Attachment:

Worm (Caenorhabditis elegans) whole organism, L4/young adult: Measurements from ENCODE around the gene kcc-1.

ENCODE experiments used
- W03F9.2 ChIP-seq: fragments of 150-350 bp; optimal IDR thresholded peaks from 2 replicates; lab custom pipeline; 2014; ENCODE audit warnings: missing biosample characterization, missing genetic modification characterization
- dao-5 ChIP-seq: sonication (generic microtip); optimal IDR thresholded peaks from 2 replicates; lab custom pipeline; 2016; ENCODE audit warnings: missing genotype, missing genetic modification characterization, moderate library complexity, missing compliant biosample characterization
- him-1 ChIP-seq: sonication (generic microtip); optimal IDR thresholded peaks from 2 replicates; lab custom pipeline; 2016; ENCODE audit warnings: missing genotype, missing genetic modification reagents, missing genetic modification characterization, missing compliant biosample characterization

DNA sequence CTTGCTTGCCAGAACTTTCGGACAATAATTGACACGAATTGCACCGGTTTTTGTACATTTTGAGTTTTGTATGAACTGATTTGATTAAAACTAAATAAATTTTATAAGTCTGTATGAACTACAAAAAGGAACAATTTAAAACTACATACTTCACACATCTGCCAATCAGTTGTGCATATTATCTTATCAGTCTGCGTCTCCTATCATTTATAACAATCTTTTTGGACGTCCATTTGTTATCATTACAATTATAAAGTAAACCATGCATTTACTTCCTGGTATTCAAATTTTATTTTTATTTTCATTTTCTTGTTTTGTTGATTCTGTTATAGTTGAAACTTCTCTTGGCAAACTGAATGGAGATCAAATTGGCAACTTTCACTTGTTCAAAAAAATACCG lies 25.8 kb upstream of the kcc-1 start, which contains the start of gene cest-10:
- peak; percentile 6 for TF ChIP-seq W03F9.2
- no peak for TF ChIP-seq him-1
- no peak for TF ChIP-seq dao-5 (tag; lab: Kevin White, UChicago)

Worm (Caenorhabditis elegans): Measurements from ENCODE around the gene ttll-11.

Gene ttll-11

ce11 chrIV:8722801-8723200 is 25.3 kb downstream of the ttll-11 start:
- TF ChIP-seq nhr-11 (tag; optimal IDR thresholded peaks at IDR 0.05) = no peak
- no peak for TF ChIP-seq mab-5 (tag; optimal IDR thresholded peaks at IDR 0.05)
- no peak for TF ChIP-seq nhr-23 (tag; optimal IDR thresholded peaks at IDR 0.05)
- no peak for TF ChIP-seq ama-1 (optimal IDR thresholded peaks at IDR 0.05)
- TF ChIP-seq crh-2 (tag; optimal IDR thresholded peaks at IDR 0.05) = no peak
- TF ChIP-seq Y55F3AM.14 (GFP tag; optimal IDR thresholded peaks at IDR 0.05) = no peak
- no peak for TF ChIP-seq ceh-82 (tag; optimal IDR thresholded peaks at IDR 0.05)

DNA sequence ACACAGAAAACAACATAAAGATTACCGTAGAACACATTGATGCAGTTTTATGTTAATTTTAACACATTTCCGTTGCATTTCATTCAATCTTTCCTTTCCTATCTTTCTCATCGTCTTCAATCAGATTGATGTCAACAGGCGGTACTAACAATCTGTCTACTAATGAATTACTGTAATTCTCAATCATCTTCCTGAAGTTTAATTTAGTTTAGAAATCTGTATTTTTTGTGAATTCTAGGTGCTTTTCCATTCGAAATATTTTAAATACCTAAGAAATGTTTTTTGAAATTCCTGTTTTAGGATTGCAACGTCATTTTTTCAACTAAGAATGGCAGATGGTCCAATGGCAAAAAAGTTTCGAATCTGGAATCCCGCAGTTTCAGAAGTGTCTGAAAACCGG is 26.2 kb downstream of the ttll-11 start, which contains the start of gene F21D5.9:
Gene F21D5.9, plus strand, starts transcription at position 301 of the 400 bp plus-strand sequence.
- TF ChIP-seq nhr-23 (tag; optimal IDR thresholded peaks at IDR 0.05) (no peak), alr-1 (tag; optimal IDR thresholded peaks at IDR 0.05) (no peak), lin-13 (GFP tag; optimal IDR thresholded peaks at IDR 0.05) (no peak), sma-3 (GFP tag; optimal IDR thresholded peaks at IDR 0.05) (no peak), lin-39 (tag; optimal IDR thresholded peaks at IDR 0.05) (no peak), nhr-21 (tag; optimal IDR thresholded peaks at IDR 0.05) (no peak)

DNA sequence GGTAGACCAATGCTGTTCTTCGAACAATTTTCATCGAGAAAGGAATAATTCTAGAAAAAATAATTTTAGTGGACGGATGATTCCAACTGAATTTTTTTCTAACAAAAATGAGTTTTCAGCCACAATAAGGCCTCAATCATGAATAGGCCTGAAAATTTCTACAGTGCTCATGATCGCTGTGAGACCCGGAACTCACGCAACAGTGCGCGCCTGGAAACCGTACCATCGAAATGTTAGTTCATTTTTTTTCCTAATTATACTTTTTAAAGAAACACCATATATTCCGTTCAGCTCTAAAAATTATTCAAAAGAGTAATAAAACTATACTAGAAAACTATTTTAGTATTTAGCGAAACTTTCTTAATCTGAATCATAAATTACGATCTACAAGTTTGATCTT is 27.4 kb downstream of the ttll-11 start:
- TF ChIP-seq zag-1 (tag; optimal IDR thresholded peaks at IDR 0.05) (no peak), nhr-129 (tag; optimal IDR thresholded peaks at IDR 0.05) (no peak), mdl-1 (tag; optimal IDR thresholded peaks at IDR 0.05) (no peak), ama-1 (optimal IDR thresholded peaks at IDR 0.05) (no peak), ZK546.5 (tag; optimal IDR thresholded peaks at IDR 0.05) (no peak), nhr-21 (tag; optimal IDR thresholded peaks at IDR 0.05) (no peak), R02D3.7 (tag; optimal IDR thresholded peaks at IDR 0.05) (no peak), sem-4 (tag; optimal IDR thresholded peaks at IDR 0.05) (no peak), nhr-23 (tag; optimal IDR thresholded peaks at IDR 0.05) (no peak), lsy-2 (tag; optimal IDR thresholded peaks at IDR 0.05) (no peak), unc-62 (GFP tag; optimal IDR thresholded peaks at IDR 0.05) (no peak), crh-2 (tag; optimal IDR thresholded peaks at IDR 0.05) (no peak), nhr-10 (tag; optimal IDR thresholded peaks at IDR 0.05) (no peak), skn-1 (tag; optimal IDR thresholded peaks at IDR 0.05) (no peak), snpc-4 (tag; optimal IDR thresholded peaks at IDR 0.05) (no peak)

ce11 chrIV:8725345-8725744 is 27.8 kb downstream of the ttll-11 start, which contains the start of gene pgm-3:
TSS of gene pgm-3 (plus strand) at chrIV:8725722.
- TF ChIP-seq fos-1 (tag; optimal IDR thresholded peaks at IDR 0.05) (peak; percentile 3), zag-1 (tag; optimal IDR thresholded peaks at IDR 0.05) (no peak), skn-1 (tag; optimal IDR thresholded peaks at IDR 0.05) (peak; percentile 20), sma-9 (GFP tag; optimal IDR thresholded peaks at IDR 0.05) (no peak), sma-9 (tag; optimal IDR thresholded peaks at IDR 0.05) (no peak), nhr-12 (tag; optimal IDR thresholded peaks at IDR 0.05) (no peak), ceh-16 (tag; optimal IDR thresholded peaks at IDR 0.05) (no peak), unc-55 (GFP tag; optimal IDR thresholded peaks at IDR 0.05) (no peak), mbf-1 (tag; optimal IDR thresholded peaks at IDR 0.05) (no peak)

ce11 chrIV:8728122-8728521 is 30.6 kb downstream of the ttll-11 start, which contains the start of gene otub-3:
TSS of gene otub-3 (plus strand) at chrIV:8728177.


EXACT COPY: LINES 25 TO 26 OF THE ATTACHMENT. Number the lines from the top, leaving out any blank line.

ce11 chrIV:8725345-8725744 is 27.8 kb downstream of the ttll-11 start, which contains the start of gene pgm-3:
TSS of gene pgm-3 (plus strand) at chrIV:8725722.